On Tuesday morning, a tea party for notable persons of the Heisei era was held at the Imperial Palace in Tokyo in continued celebration of Emperor Akihito’s 30 years on the throne. As hostess of the event, Empress Michiko did not wear a hat and as Crown Princess Masako did not attend, the most senior Imperial family member in a hat was Princess Kiko. We don’t associate Princess Kiko with millinery surprises but that’s exactly what she delivered at this event, joining her daughters in the bandeau trend that’s sweeping the globe!
In fact, all of the Akishino princesses appeared in bandeau headpieces- Kiko in a new cream one while Princess Mako repeated her beautiful peacock blue design with diamond pattern and Princess Mako repeated her pale lemon yellow silk jacquard bandeau with floral trim behind the ears.
The Mikasa and Takamado princesses also attended the tea party. Princess Nobuko wore a new pleated burgundy calot (it photographed as deep scarlet in some light but read as more purple on video footage) with single feather trim. Princess Akiko repeated a cream hat with short brim and pleated hatband and Princess Yoko repeated a tall, ruched dusty pink pillbox trimmed in wispy feathers.
Princess Hisako wore an interesting leaf green flat hat with what looks like square points and feather trim while Princess Tsuguko looked lovely in an orchid purple domed bumper hat with feathers on the side.
I suspect the emperor’s upcoming abdication has made this anniversary celebration into such a large, multi-day event but no matter the reason, it’s great to see the Imperial family lend their support (and their hats!) and I was particularly happy to see Mrs. Sayako Kuroda in attendance. I wish we could see better views of the Takamado princess’ hats because they look memorable. Which designs here stand out most to you?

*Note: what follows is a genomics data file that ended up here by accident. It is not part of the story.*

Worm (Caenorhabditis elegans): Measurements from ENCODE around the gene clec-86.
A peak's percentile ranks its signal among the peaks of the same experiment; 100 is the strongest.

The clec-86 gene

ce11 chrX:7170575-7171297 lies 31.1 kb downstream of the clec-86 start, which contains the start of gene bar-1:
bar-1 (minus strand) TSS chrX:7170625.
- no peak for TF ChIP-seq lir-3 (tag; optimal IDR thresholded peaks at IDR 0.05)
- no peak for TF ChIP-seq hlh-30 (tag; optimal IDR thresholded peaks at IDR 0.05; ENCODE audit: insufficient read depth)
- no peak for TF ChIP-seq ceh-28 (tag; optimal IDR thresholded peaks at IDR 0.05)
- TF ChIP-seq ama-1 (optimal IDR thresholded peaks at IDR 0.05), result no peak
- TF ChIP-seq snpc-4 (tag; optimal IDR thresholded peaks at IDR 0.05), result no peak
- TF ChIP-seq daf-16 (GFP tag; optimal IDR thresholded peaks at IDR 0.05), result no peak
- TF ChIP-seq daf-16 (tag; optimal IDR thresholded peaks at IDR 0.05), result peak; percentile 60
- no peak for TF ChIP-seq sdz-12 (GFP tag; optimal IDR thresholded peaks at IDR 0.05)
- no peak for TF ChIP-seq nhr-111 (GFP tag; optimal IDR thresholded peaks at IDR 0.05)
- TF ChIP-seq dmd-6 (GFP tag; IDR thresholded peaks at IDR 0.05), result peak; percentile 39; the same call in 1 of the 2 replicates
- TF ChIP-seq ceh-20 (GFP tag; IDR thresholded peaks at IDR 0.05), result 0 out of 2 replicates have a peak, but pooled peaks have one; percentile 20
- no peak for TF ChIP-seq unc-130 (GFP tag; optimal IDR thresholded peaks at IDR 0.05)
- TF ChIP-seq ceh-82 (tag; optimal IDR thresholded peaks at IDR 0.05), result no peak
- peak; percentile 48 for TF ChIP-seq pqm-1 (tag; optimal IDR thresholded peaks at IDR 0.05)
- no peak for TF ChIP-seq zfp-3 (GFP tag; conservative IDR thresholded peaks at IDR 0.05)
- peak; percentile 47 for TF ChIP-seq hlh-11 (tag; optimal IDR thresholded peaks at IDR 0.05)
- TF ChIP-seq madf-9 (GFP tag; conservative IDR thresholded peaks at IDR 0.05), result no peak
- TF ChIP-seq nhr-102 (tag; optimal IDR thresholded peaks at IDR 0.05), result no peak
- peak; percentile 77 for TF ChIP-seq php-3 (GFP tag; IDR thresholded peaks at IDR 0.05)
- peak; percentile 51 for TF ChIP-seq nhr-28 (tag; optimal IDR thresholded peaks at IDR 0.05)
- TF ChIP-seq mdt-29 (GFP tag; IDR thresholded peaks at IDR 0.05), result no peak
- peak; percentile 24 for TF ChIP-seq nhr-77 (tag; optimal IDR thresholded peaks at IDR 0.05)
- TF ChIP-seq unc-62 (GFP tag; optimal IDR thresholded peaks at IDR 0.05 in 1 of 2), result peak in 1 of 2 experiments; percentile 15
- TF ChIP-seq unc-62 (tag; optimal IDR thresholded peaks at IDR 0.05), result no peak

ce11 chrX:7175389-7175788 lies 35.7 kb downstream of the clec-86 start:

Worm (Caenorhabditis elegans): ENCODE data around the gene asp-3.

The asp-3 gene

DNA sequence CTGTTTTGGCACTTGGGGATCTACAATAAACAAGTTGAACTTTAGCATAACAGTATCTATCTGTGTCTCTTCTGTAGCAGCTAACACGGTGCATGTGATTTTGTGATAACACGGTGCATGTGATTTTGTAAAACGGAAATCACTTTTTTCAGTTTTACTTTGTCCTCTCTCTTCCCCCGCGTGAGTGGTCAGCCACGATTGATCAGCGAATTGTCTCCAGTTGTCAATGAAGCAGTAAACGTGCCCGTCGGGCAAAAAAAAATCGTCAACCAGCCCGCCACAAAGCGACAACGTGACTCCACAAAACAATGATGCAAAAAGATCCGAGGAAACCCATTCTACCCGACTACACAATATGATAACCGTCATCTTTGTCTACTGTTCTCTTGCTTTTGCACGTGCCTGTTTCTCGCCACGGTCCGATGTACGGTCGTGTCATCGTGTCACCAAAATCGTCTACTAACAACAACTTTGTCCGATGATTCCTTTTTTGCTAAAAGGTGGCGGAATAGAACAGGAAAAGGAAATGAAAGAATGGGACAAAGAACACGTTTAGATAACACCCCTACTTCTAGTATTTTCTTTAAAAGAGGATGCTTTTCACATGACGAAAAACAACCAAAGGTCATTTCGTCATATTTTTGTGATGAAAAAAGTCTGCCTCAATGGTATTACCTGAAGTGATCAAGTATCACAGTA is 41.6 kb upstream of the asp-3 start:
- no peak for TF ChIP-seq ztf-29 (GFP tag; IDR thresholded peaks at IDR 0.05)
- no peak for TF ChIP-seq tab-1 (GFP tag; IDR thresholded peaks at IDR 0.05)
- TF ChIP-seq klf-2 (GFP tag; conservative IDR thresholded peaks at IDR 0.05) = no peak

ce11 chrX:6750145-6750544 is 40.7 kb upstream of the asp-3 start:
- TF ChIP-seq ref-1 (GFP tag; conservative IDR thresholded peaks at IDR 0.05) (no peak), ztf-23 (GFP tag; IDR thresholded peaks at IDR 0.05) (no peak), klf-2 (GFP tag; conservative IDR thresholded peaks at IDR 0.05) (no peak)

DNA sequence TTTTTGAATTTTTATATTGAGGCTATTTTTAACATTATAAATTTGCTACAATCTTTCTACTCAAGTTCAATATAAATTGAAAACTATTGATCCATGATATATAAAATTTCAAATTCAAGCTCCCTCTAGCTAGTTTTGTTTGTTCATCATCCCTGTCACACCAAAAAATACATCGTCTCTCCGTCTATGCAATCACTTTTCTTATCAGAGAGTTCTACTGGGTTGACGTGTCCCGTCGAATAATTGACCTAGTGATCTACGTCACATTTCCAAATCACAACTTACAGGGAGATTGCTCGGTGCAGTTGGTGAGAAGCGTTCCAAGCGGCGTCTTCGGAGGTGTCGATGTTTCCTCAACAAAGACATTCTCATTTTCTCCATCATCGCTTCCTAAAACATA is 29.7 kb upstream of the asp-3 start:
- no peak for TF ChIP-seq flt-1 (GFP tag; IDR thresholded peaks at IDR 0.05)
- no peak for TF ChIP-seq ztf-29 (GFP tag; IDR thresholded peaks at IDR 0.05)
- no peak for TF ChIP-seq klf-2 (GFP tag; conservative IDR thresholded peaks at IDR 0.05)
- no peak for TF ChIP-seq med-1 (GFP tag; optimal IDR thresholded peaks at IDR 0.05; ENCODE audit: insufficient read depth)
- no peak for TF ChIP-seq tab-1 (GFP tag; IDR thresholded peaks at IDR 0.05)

January 7, 2019 marked the 30th anniversary of Emperor Akihito’s accession to the Chrysanthemum throne. This anniversary was officially marked yesterday with a series of celebrations, beginning with the Emperor and Empress receiving family members, all in formal daytime court dress, at the Imperial Royal Palace. Crown Princess Masako repeated a blue silk bumper hat- a short video clip shows this piece has an interesting twisted brim around the back, something I don’t think we’ve been able to see until now.
Princess Nobuko of Mikasa wore a n open ring-shaped headpiece wrapped in green velvet. Princess Akiko topped her blue silk suit (with beautiful cutwork collar and yoke) with a matching silk rolled brim hat trimmed with ostrich feathers and blue veil. Princess Yoko’s tall, pale gray-green silk hat with high cuffed bumper brim had a retro 1960s feel, amplified by its placement on the back of her head.
Princess Hisako of Takamado topped her textured pale lilac suit with a matching flat crowned hat with double brim, the outer one wrapped in the same fabric as her suit. Princess Tsuguko was also in a flat-crowned design, her repeated peach silk hat trimmed in looped peach fabric around the bumper brim.
The Emperor and Empress then attended an event hosted by the Japanese government at National Theatre in Tokyo. Empress Michiko repeated her slightly domed saucer hat covered in pale pink silk with white lattice crin underbrim, beautifully trimmed with silk cherry blossoms and a luminous silk bow
While the hat is not unlike Michiko’s other hats in terms of shape and scale, the colour is a slight departure (so good, right?!) and the trim is simply lovely. It’s a good hat for her as saucer hats go and I’m glad she chose something outside her usual grey palate for this celebration.
Members of the Imperial family attended the annual Imperial New Year’s Lectures today at the Imperial Royal Palace in Tokyo.
On January 11th, the Imperial family attended Ceremony of the Kousho Hajime (Imperial New Year's Lectures) Crown Princess Masako did not attend due to a cold and low fever; she regrets missing the event. 📸: Sankei, Mainichi pic.twitter.com/UcOZvBOzMt